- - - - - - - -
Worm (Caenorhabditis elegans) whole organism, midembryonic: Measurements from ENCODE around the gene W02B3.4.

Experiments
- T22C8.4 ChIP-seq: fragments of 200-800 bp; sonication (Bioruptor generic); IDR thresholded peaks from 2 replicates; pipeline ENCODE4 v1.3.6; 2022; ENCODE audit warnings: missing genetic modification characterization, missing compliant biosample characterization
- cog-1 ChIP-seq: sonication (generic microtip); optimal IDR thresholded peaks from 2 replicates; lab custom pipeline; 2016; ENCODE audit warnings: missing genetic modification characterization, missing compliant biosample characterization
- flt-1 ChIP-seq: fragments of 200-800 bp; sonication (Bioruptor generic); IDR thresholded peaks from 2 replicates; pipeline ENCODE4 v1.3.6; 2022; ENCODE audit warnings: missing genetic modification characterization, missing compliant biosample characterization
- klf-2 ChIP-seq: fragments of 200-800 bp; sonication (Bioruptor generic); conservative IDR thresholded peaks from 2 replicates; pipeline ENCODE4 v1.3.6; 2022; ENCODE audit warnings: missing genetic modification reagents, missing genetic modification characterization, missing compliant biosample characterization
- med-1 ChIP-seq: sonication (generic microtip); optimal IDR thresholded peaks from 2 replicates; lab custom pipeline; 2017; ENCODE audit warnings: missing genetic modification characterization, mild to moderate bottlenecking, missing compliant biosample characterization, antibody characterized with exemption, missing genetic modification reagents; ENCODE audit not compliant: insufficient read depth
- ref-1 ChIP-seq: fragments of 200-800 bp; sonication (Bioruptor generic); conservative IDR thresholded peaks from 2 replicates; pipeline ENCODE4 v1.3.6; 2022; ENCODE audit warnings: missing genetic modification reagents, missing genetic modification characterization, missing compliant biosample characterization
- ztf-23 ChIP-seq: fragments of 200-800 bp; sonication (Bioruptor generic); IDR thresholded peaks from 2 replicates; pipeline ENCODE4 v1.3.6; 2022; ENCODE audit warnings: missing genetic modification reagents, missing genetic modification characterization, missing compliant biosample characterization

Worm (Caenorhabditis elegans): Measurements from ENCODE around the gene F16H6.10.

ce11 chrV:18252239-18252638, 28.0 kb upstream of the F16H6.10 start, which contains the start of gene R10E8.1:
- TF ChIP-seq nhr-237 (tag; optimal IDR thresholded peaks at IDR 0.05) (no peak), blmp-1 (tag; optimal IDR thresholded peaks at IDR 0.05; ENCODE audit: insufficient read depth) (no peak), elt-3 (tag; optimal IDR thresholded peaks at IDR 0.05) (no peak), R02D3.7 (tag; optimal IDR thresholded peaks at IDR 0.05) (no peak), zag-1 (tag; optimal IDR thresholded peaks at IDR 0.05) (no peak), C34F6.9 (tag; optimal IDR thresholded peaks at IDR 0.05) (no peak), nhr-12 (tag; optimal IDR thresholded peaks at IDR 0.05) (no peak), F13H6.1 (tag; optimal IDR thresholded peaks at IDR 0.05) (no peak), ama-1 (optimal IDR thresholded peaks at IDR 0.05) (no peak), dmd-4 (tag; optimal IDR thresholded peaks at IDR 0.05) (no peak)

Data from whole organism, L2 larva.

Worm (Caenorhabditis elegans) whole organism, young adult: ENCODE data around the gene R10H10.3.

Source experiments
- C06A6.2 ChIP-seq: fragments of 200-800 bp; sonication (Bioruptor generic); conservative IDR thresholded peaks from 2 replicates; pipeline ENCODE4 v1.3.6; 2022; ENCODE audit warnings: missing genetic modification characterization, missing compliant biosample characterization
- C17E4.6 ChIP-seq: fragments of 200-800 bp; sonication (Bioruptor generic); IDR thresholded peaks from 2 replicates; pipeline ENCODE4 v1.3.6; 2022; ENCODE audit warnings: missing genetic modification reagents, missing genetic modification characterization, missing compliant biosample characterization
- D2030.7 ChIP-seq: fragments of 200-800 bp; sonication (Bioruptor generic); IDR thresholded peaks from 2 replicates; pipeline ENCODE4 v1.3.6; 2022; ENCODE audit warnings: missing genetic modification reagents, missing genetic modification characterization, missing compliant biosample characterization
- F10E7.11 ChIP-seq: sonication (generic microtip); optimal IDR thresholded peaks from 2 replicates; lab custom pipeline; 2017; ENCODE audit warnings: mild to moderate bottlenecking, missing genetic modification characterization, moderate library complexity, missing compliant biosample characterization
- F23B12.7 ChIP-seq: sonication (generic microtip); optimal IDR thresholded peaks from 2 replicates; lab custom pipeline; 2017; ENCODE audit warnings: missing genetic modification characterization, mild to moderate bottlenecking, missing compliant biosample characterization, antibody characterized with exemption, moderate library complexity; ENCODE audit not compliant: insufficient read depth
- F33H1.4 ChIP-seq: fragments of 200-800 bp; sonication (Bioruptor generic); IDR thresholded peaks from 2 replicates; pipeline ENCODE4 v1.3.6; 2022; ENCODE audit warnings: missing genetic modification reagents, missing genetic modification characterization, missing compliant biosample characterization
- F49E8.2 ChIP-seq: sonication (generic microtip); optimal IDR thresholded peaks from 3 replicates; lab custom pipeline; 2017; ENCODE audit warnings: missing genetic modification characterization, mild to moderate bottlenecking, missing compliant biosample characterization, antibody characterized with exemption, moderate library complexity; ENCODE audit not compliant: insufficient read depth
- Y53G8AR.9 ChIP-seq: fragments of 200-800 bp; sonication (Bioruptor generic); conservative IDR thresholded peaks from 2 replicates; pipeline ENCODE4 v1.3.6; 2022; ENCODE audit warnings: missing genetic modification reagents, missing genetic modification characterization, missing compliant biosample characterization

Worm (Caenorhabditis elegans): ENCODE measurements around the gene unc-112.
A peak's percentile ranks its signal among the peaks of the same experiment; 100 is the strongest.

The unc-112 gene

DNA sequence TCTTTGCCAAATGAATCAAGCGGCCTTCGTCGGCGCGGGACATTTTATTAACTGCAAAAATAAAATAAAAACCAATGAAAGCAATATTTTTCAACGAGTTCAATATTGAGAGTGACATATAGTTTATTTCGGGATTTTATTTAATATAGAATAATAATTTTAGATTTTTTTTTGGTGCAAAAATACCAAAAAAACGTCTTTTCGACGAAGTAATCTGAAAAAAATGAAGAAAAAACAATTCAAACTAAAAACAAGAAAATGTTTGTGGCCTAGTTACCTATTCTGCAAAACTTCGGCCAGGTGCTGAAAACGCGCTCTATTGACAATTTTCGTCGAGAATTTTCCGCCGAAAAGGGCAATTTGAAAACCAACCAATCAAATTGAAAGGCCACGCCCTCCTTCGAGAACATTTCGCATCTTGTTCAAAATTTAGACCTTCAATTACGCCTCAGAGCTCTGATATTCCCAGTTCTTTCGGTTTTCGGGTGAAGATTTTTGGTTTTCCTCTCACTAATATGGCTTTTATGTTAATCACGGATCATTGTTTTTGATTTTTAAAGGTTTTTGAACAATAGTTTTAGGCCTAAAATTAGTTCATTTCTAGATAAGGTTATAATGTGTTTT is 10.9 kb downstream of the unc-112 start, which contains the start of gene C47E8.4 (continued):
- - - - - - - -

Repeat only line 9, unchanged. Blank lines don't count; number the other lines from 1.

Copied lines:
- ztf-23 ChIP-seq: fragments of 200-800 bp; sonication (Bioruptor generic); IDR thresholded peaks from 2 replicates; pipeline ENCODE4 v1.3.6; 2022; ENCODE audit warnings: missing genetic modification reagents, missing genetic modification characterization, missing compliant biosample characterization